BOB DYLAN GOES ELECTRIC & SOME DON’T LIKE IT
By Alan Chrisman
Bob Dylan made his commercial electric breakthrough with his song, “Like A Rolling Stone”, which was released on July 20, ’65. Dylan finally had his first Top Ten hit with “Like A Rolling Stone”. Despite its 6 minute length , the song became Dylan’s most commercially successful release, remaining in the US charts for 12 weeks, where it reached number 2 behind The Beatles Help ( although he had recorded his previous album, Bring It Back Home, as half acoustic and half electric just a few months before). “Subterranean Homesick Blues, also electric, from the Back Home album had just barely made the Top 40 Billboard Chart peaking at number 39. Dylan had been popular on college campuses with his acoustic folk-protest songs, but he craved the mainstream acceptance that the Beatles had and they craved the more artistic respect that he had. “I just kept it to myself that I really dug them,” Dylan told biographer Anthony Scaduto (per Rolling Stone). “Everybody else thought they were just for the teeny boppers . Upon hearing, “I Want to Hold Your Hand”, Dylan said later, “They were doing things nobody was doing,” “Their chords were outrageous. It was obvious to me they had staying power. I knew they were pointing the direction that music had to go. It seemed to me a definite line was being drawn. This was something that never happened before. ” So they both directly influenced each other and reached out to each others’ audiences. The Beatles started paying more attention to their lyrics after hearing Dylan’s songs. John Lennon’s writing, especially with songs such as “You’ve Got to Hide Your Love Away” and “I’m a Loser”, started becoming more reflective and personal. The Beatles also would soon release their folk-rock influenced album, Rubber Soul,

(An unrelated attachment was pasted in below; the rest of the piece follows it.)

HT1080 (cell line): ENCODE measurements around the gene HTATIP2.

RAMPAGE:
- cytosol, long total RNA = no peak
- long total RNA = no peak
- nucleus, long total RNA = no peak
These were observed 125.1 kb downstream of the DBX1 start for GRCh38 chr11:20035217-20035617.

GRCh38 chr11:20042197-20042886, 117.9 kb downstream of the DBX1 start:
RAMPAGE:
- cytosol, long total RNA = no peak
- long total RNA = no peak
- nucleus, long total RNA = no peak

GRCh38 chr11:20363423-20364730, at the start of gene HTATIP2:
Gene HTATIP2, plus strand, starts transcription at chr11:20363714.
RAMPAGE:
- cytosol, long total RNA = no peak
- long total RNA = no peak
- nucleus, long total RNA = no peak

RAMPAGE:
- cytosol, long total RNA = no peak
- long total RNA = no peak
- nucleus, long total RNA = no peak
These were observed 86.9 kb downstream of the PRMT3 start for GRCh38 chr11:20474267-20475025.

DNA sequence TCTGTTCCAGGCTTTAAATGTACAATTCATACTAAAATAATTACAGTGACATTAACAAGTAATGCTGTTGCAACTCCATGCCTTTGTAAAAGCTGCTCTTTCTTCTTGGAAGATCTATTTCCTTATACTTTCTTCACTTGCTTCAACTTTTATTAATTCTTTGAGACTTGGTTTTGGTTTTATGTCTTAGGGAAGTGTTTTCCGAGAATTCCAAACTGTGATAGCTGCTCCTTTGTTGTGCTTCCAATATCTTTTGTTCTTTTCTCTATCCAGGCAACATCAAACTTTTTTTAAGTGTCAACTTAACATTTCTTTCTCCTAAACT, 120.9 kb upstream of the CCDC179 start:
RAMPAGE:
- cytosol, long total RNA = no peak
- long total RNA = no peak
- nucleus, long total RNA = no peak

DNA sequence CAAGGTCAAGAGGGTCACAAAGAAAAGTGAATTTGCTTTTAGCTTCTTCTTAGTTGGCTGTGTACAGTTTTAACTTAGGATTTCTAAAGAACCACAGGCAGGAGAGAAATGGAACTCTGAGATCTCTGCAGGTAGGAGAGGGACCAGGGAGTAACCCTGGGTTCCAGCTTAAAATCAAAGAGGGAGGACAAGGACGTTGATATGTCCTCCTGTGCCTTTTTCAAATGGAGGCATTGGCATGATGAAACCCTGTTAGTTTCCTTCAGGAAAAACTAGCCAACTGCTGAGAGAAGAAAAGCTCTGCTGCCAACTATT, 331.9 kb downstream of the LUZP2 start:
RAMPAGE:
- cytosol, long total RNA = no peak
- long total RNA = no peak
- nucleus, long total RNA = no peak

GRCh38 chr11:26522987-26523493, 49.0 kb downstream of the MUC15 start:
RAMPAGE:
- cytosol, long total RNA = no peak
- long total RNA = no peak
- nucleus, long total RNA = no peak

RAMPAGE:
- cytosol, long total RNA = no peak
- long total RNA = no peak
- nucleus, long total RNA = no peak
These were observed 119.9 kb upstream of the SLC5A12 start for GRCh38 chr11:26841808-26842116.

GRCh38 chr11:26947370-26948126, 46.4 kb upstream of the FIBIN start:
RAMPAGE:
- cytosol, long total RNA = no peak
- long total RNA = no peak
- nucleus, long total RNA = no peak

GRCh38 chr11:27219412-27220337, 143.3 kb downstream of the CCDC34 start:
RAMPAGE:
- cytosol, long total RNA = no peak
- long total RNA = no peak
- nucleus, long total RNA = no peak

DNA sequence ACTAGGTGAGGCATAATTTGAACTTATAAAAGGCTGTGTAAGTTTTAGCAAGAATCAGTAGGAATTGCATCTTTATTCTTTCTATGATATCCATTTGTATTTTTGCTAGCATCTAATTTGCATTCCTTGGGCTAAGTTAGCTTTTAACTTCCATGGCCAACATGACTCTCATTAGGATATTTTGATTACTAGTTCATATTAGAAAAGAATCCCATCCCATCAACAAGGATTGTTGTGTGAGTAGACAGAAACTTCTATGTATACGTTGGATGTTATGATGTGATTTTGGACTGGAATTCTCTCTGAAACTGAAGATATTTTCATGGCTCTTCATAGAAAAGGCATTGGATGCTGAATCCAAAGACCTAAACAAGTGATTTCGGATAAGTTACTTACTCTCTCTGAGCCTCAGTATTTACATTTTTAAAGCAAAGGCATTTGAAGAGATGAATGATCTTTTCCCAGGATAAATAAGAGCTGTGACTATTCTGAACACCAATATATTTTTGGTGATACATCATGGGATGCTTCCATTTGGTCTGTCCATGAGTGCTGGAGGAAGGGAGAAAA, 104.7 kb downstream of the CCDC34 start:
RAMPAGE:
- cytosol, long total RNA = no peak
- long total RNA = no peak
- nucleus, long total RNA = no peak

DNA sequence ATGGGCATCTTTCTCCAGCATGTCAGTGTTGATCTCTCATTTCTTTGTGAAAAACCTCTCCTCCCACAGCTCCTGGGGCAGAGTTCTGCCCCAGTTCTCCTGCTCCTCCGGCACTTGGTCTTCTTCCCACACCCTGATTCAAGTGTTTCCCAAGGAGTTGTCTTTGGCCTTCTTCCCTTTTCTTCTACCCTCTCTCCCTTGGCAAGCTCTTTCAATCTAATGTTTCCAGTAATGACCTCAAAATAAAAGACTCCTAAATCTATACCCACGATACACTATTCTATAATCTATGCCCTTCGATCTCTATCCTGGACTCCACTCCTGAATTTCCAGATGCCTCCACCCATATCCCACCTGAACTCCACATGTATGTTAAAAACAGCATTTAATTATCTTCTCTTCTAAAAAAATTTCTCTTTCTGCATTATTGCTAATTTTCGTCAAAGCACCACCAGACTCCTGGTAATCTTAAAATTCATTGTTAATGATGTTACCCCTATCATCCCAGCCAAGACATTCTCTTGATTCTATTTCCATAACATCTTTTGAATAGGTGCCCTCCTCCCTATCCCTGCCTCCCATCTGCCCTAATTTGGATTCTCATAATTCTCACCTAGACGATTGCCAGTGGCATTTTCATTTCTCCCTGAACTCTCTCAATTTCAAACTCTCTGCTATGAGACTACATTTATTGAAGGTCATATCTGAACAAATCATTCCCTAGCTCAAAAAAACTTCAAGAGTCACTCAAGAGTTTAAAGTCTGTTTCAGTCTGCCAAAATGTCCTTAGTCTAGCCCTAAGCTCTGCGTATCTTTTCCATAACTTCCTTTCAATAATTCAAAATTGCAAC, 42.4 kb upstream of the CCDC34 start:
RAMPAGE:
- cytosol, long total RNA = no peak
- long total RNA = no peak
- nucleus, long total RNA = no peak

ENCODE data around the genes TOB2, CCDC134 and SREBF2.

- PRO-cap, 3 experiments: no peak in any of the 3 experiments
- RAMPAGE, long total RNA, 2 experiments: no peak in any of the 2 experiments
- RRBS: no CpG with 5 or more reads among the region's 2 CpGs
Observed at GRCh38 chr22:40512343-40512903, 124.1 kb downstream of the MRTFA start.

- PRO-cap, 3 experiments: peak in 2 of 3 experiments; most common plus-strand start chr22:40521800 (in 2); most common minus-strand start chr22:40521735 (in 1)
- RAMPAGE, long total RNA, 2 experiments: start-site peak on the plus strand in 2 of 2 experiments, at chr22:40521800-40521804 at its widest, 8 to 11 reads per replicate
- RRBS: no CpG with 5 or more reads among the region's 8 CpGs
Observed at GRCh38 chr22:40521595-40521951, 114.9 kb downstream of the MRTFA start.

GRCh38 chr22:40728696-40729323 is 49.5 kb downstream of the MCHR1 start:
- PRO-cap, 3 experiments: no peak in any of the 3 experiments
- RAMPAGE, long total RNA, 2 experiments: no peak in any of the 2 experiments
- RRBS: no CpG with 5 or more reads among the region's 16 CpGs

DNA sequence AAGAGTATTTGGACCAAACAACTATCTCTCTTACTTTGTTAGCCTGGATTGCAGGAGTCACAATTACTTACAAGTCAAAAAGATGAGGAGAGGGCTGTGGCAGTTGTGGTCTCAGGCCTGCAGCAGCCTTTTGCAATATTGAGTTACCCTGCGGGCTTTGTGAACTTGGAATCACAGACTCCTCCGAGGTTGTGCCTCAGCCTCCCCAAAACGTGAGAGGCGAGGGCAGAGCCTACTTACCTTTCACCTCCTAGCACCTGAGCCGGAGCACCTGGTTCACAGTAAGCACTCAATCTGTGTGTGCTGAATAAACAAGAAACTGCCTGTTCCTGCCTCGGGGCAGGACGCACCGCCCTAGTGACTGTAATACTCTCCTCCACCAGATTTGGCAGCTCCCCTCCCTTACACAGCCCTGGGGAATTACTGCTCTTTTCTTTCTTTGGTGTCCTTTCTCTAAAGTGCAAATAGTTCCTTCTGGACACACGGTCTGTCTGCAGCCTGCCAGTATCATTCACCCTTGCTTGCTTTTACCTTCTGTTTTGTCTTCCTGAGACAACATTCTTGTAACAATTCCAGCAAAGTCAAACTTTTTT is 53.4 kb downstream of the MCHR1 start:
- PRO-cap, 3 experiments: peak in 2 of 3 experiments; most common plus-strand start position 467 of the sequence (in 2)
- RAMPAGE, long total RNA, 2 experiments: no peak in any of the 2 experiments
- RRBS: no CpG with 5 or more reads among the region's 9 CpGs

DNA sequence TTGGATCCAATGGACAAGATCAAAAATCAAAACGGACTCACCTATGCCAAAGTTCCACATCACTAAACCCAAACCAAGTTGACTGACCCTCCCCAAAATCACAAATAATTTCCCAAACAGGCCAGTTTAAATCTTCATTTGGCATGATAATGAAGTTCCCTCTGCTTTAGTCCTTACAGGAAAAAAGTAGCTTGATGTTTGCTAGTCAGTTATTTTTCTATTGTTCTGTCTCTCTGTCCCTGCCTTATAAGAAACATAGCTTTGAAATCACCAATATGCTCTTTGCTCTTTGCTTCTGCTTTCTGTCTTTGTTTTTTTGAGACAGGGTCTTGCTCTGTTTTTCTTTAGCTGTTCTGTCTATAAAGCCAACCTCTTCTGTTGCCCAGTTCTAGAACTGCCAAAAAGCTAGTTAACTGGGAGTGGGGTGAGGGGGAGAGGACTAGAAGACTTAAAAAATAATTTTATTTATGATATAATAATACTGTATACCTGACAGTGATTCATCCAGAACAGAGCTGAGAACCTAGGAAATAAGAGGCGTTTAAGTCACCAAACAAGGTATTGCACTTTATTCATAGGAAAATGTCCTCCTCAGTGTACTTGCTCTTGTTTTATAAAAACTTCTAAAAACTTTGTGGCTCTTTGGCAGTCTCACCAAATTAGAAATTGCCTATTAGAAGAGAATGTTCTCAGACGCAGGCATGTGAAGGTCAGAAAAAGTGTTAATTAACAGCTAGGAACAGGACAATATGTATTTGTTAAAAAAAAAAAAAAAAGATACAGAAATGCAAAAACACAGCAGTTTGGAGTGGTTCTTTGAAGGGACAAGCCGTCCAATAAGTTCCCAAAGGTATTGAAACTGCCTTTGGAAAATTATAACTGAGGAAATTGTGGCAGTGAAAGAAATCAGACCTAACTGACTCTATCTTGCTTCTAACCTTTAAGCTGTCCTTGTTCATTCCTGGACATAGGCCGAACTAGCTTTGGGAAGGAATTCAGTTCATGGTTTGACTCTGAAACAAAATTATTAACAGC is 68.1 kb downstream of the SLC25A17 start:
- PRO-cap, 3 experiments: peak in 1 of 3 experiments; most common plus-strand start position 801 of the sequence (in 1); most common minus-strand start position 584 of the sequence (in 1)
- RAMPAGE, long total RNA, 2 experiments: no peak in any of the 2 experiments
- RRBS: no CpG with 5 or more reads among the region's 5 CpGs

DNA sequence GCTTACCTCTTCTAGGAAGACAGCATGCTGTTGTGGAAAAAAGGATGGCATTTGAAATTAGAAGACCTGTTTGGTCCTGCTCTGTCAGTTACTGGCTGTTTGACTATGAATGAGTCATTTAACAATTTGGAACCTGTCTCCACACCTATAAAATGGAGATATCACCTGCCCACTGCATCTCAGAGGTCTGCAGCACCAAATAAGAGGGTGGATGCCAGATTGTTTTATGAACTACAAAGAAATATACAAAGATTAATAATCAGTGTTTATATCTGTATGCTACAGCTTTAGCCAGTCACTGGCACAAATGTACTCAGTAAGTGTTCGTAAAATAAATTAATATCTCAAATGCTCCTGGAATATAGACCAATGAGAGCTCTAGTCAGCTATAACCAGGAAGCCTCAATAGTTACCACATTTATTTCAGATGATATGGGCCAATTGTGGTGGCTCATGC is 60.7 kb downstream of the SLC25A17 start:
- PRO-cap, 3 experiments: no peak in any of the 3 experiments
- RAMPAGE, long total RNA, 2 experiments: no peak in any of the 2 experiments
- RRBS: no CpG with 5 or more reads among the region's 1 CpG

by the end of ’65, with songs like “Norwegian Wood” and “Nowhere Man”. Meanwhile, Dylan had been affected by them, “In my head, the Beatles were it.” His next album, Highway 61 Revisited also released in’65, would be all electric.
Five days, after releasing the single, “Like a Rolling Stone”, Dylan would play the Newport Festival on July 25, and half the audience, the folk purists, would boo him for going electric and leaving behind his political folk-protest past.
Dylan would continue to be booed by some folk- purists in ’66 when he played with the electric mainly Canadian, The Band, at the Royal Albert Hall, London
And even almost a year later, when Dylan toured England in ’66 with the electric, The Band, he was still being booed for playing rock-influenced music. A heckler at Manchester Free Trade Hall shouted “Judas” at Bob Dylan for having the audacity to play an electric set . Dylan replied, “I don’t believe you . . . You’re a liar,” then told his band to “Play it f***in’ loud” as they launched into Like a Rolling Stone. And like the Beatles, it had changed the direction of music.
In 1974, I saw Dylan and The Band (who are mainly Canadian) perform “ Rolling Stone” In Montreal, as everyone got up and sang along. Rolling Stone Magazine ranks, “ Like a Rolling Stone” as the greatest song of all time.
From Martin Scorsese’s documentary No Direction Home, ”Like A Rolling Stone”: